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Texas shooting victim left Las Vegas because of Route 91 massacre

After the October 2017 mass shooting in Las Vegas, Rodolfo “Rudy” Arco feared that “there was too much of a bull’s-eye” on the city’s back.

“He felt that Vegas was just getting too big,” his older sister, Maria Arco, told the Las Vegas Review-Journal in a phone interview Tuesday, three days after her brother was gunned down.

Within a year, she said, the 57-year-old father of five had sold his businesses in Las Vegas and moved his family to the sleepy town of Odessa, Texas.

She said it was a difficult decision for her brother to say goodbye to the place he and his family had called home for more than 22 years, but it was for the best, he thought, because he was protecting his children from the sort of unthinkable violence Las Vegas had seen that night in October, when a gunman killed 58 people and injured hundreds more during the final night of the Route 91 Harvest music festival.

“He wanted his family to be somewhere that was slower paced,” Maria Arco said. “He felt that Odessa was it.”

But on Saturday afternoon, less than a year after moving to Odessa — located about 335 miles northwest of Austin, near the New Mexico border — he was killed by an active shooter who authorities have said was on a shooting spree throughout the town.

As of Monday evening, seven people, including Rudy Arco, were killed in the rampage, and 25 more were injured, according to the Odessa Police Department.

‘Going about his business’

Authorities have said the spree began when a state trooper tried to pull over the gunman on Interstate 20 between the towns of Odessa and Midland. They said the shooter, identified by Odessa police as a 36-year-old man, shot the trooper and took off west on the highway, “shooting at innocent civilians all over Odessa.”

At the same time, according to Maria Arco, her brother — a commercial truck driver who had started a trucking business after moving to Texas — was driving toward Odessa in his orange truck “with a load.”

“He was going about his business when the shooter came up alongside of him and shot him in the head,” his sister said.

The gunman was eventually shot and killed by police.

Meanwhile, Rudy Arco’s oldest daughter, Julieanna, was sheltering in place at a nearby mall, where she works. She was calling her dad’s cellphone, but he wasn’t picking up, Maria Arco said.

When mall employees were finally released, Maria Arco’s niece called 911 dispatch and “learned there was a trucker involved.”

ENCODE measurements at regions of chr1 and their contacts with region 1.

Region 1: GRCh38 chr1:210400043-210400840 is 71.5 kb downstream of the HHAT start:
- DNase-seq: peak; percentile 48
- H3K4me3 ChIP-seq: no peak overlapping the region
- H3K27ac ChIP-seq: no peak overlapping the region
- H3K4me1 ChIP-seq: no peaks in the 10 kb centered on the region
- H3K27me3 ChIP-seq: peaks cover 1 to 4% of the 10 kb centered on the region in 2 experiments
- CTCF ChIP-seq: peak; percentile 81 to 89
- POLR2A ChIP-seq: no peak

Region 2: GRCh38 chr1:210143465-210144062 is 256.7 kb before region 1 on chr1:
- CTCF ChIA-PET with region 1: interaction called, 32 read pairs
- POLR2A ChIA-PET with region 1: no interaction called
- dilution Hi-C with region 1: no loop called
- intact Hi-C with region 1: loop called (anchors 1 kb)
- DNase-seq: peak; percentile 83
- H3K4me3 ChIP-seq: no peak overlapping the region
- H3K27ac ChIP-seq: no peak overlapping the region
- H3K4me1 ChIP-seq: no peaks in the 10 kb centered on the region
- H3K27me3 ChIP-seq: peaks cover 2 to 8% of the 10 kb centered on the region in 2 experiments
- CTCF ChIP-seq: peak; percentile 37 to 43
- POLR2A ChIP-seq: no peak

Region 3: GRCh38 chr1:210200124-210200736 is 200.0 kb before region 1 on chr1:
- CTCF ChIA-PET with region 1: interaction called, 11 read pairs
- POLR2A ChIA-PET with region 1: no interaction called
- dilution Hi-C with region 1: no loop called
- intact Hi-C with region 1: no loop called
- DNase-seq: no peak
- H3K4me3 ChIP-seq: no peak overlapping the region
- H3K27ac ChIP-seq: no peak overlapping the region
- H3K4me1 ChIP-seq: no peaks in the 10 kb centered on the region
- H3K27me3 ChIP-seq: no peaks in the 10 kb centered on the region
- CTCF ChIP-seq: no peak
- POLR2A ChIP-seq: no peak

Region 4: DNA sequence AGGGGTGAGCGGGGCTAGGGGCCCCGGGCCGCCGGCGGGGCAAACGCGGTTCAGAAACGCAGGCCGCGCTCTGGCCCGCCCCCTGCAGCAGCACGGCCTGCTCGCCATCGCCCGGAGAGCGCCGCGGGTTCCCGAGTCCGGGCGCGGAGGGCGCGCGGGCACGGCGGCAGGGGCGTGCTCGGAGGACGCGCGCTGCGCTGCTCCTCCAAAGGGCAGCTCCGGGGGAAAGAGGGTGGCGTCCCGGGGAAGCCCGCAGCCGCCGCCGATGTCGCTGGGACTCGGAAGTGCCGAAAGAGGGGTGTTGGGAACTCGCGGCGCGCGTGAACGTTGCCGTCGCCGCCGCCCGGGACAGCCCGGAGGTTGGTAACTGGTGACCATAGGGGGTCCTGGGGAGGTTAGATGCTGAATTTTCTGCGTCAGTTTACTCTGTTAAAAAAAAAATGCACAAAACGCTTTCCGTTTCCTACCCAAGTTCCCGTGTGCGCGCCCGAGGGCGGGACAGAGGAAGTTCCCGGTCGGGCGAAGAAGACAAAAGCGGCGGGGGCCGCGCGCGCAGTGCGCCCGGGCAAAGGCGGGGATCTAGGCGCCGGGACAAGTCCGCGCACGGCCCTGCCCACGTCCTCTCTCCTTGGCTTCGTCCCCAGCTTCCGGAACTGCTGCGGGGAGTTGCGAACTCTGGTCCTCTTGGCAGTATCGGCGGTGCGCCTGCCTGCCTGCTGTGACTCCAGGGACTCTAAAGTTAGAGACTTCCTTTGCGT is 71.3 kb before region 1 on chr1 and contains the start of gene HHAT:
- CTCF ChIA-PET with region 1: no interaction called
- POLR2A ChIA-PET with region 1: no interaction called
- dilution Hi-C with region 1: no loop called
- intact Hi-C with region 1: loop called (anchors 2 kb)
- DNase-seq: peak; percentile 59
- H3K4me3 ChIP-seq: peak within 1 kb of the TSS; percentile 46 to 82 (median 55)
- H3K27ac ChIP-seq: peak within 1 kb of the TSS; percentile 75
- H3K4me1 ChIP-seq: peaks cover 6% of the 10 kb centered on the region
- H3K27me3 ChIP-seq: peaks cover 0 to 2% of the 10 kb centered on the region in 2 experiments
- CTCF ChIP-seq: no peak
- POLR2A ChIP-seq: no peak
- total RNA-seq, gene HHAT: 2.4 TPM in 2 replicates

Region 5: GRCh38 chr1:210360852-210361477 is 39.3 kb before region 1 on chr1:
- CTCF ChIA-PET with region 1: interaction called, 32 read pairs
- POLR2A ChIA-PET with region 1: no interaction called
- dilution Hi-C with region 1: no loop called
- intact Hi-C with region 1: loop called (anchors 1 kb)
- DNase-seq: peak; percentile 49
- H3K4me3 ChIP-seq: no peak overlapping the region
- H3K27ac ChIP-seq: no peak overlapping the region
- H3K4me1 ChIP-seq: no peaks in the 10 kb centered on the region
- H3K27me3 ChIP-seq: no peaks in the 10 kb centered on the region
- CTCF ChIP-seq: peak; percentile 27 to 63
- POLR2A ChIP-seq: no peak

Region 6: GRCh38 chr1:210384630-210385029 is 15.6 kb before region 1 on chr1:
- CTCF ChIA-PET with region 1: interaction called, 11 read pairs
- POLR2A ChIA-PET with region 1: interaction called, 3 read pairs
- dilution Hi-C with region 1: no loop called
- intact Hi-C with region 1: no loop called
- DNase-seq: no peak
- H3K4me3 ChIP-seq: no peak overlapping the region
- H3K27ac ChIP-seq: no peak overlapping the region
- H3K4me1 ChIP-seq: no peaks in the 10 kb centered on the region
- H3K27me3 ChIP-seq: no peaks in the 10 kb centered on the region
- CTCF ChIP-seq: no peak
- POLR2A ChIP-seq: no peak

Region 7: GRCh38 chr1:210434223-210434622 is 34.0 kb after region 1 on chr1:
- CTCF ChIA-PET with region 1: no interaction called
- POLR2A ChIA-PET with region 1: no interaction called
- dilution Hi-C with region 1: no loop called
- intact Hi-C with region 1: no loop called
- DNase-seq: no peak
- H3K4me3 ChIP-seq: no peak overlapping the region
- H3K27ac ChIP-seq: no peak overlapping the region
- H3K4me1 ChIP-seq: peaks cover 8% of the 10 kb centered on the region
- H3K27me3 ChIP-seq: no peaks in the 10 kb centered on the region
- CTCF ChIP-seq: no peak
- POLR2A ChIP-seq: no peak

“She took to the road and found her dad’s orange truck on the side of the road,” Maria Arco said. “She thought, ‘It’s got to be his truck.’”

Julieanna Arco did not respond Tuesday to a request for comment.

A man of possibility

The Arco family arrived in America in 1969 seeking refuge from the communist government in Cuba. Rudy was 6 at the time, spending his formative years in the San Francisco area.

But in 1997, craving a “fresh start,” he and his wife at the time moved to Las Vegas.

“Rudy, he always, always was a man of possibility,” his sister said. “He thought of Vegas as the place to be.”

Maria Arco, wanting to be close to her family again, followed suit in 2003 and joined them in the valley.

Her brother spent the next two decades building a life for himself and his children in the valley, opening two restaurants in 2006 called Super Burrito, one near downtown Las Vegas and the other in the far south valley. At one point, he had even opened a location in Pahrump, Maria Arco said.

A driven entrepreneur, outside of his work he was a God-fearing man who “always encouraged people to be happy,” his sister said.

After news of her brother’s death got out, Maria Arco said she heard from a man whom her brother had “taken under his wings” years ago.

In a Facebook tribute, the man, Freddy Silva, wrote: “Rudy Arco was my 1st boss at 13 years old. He wasn’t just a boss, he was a 23 year old man that was reaching out to a fatherless kid. He was a mentor, a friend and a presence in my life that I desperately needed.”

“That’s the kind of man my brother was,” Maria Arco said, crying. “He was a glass-half-full kind of man. He felt that there was never anything bad enough that you can’t get out of without some determination and the help of God.”

But he was as much funny and outgoing as he was hard-working, and he threw the best parties with the best food, she said.

“He was the kind of man you wanted as a friend,” she said, “the kind of man you wanted to know.”

Maria Arco, who moved back to the Bay Area after her brother left Las Vegas, said she doesn’t know what will come next for the family.

“We’re still trying to figure things out,” she said, adding that she and her younger brother Emilio — Rudy was the middle child — have not had the heart to tell their parents, who are 84 and 93, that their son has died.

“We don’t want to lose them, too. We’re afraid it would be too much,” she said. “We know that they won’t survive it.”

But what she does know is that the family will have her brother’s body cremated with the intent to scatter his ashes in Havana, Cuba.

“We will make every attempt to make his wishes a reality,” Maria Arco said.

A GoFundMe campaign has been created by Julieanna Arco’s friend to assist with funeral costs.

Rudy Arco also is survived by two adult sons and two young daughters, 3 and 4; and a half-sister, Maria Torres.

Contact Rio Lacanlale at rlacanlale@reviewjournal.com or 702-383-0381. Follow @riolacanlale on Twitter.

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